Amid the rapid growth of the EV sector globally, demand for lithium-ion batteries has soared. The rate of increase in the price of nickel, cobalt and lithium reflects, to an extent, the nature of the market in which each exists.

Given the geographies, the logistics and the local market complexity, such as grade of materials, shipment times, insurance, pricing and other local issues, intermediaries play a key role, by utilizing digital marketplaces to grow the geography of their client base. It may seem counterintuitive, but their analogue processes can in fact complement digital marketplaces with their local knowledge. The two go hand-in-hand, expanding access to the market, increasing the number of participants and adding liquidity. The result is greater price competition and a more efficient market.

Digital B2B marketplaces trusted to transact billions

Digital business-to-business (B2B) marketplaces are trusted to transact billions of dollars worth of goods annually across a wide variety of industries, including vehicle sales, leasing and re-leasing through to luxury goods and food products. They have a role to play in improving marketplaces for physical commodities.

Digital B2B markets widen distribution networks, help to ensure competition and liquidity in the marketplace, and enable price discovery using various auction methodologies. At the heart of it, buyers compete for goods or services by bidding incrementally upwards before finalising the price. The bidding process can be open or closed, during which it’s possible to capture every activity of potential buyers, including lots searched or browsed, bids submitted, and lots won or lost.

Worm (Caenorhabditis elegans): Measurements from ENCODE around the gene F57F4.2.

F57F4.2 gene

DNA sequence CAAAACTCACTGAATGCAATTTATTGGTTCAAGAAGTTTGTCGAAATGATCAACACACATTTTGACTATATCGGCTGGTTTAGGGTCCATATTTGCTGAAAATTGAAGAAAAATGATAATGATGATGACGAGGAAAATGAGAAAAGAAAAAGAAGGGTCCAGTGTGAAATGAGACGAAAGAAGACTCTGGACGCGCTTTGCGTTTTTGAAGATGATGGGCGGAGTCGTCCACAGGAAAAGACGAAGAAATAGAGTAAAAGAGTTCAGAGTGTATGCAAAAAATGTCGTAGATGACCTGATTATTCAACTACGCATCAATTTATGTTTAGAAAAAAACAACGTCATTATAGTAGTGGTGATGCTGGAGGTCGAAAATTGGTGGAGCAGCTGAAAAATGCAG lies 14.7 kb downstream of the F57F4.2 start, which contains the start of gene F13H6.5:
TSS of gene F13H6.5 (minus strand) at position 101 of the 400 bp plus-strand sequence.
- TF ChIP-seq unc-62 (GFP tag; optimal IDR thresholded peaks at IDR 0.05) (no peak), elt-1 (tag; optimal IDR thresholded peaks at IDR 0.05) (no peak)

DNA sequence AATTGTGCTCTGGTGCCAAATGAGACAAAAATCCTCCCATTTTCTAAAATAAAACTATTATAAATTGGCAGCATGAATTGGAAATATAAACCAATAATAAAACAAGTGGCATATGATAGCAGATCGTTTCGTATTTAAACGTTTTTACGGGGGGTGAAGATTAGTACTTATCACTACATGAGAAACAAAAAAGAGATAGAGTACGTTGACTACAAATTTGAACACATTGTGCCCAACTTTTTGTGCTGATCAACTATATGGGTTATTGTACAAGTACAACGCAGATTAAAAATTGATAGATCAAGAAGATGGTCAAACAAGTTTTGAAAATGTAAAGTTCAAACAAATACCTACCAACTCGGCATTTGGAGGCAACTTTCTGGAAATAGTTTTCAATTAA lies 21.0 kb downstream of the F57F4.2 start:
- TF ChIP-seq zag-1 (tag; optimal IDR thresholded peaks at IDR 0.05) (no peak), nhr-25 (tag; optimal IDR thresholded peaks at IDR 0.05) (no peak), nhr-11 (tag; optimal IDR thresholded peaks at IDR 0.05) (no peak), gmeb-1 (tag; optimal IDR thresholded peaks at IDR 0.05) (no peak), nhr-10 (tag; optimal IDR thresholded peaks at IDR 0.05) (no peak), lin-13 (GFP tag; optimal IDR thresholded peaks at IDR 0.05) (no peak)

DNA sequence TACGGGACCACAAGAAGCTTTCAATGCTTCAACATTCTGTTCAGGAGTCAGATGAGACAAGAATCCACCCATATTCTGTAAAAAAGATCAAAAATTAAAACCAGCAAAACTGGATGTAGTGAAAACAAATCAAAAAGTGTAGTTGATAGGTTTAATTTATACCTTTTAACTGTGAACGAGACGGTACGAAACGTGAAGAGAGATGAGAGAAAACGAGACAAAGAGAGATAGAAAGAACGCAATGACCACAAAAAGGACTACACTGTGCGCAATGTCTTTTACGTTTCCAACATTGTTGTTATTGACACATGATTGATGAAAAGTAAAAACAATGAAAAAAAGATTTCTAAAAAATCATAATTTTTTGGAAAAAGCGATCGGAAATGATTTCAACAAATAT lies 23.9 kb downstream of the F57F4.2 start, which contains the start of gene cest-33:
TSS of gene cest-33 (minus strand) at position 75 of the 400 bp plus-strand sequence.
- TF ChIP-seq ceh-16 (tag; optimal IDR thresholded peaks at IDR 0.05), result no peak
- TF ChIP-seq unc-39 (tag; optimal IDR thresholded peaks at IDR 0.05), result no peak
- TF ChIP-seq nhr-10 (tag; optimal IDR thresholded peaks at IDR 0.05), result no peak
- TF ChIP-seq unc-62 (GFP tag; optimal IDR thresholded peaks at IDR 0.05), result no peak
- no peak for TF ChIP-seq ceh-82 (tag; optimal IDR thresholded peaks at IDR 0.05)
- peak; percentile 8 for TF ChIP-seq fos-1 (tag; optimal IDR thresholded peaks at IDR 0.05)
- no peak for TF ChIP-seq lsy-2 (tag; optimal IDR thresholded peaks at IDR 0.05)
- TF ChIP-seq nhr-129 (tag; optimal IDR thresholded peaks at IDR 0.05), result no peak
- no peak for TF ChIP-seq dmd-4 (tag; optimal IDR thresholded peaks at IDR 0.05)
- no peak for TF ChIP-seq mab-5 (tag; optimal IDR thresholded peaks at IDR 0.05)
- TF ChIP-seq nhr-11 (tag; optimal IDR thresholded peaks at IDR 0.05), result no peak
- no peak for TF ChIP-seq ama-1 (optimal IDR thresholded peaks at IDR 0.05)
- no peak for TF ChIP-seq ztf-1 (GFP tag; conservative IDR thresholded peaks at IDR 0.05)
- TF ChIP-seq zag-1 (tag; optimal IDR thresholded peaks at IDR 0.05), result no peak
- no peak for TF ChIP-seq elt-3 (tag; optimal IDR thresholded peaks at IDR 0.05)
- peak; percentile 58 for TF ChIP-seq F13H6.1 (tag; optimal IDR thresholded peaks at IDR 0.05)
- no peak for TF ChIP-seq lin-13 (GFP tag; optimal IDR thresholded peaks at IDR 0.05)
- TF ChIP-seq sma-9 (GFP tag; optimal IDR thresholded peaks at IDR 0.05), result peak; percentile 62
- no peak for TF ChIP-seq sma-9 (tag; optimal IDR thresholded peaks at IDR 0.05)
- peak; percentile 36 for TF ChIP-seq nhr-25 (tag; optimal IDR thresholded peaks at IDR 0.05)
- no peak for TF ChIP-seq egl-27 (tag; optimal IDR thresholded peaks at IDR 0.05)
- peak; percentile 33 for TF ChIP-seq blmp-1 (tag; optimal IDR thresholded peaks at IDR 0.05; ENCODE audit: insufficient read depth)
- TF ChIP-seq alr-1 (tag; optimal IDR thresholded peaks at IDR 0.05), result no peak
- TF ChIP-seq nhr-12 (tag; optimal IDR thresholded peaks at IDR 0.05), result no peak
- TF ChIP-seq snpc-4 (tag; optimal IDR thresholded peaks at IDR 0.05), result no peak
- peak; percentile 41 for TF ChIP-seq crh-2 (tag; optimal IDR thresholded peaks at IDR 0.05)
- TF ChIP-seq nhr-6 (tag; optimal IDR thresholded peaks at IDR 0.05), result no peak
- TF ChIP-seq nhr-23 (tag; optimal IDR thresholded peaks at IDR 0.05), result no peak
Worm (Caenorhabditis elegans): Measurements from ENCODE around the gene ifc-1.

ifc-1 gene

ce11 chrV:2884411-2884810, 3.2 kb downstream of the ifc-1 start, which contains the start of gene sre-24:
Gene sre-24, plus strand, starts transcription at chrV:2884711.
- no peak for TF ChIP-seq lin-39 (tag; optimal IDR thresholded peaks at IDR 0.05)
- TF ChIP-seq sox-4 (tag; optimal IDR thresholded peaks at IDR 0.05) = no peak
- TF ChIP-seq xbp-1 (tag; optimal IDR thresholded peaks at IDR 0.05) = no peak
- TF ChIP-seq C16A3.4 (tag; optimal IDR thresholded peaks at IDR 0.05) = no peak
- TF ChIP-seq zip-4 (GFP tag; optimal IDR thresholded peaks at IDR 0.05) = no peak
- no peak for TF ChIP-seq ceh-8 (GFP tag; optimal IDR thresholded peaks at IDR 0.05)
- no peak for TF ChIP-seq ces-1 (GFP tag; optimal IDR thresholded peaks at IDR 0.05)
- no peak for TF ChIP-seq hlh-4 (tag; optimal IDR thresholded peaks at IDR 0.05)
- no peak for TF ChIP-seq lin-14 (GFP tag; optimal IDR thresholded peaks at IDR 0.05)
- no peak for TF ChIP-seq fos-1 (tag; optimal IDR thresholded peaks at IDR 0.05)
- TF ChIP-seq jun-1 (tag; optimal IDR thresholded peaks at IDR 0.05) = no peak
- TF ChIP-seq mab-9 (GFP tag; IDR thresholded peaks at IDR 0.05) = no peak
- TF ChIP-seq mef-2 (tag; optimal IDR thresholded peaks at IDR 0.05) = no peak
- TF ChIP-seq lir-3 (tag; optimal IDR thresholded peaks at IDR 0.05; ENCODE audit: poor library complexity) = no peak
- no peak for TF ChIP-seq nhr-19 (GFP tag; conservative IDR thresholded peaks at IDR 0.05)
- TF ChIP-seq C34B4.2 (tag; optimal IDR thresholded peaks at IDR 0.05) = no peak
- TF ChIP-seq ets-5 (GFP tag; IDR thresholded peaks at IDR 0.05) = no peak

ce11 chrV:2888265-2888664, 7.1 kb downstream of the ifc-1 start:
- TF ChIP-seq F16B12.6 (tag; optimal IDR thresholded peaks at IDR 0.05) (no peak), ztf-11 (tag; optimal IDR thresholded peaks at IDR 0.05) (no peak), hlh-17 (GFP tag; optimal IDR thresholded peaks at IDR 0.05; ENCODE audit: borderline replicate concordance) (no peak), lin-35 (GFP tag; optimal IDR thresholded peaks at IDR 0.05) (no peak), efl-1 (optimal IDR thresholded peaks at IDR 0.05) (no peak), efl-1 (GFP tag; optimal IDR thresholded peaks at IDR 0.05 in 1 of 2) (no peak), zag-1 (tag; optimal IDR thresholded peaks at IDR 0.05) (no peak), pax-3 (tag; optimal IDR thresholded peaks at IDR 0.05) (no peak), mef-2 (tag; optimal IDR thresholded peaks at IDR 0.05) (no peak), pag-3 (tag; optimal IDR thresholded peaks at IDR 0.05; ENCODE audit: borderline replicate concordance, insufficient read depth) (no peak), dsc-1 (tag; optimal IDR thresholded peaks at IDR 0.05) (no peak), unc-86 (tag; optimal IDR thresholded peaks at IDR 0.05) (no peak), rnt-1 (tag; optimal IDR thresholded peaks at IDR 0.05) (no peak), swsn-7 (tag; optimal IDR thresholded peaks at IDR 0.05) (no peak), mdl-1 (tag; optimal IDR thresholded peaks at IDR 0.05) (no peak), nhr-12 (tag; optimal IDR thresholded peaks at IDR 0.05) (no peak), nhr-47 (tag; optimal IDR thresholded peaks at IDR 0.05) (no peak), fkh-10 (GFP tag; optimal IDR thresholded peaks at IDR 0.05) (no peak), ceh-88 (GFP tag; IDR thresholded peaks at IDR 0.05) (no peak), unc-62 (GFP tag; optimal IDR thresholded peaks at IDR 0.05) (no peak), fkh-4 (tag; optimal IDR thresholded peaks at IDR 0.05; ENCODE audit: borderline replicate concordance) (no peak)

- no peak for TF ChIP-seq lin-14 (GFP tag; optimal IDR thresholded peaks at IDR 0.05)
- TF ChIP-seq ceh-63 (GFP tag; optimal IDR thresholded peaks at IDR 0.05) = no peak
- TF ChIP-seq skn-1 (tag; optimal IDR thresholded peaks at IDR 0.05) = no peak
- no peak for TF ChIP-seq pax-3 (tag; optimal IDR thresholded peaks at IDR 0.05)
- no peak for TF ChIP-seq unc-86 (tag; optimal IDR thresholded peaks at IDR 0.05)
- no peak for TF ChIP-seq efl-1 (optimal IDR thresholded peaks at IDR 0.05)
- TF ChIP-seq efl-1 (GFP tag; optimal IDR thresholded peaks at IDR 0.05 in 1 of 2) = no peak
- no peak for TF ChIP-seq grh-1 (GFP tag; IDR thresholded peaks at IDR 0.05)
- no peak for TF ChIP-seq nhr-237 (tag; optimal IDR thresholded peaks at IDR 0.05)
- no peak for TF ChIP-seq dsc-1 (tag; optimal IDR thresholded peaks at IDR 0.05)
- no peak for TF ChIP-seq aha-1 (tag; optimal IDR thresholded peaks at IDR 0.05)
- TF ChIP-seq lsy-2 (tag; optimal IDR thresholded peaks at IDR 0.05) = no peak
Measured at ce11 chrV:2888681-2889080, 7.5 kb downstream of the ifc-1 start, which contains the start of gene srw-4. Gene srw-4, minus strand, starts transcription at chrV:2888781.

Once in operation, B2B markets can incorporate data science in the form of machine learning with the capability to make recommendations on products, buyers and timing, thereby helping sales teams to operate more efficiently.

Recommendation algorithms also point buyers to possible substitute products if they exist. For example, with EV batteries it could recommend another supplier with a similar specification and price. This enables sellers to satisfy customer demand where previously the transaction would not have been completed. The use of data science in such a way can broaden understanding of the marketplace and the wider industry.

It is fair to say that for some industry sectors, including the EV battery sector, without an efficient and digitised supply chain, achieving the end goal of a carbon-zero future becomes a far greater challenge. The issue goes beyond what is good for business, it has a real societal impact too.

In the post-pandemic environment, the commodities sector may retain some of its traditional characteristics that smooth the works of the market, but they will also have changed for good with increased digitalisation. As the world eyes the prospect of ‘building back greener’ with net-zero emissions targets, digitising the multi-billion-dollar commodity value chain has a part to play. Markets will be created where they didn’t previously exist and enhanced where they do exist. Inevitably, there will be disruption, but that will be accompanied by opportunities for those who embrace change.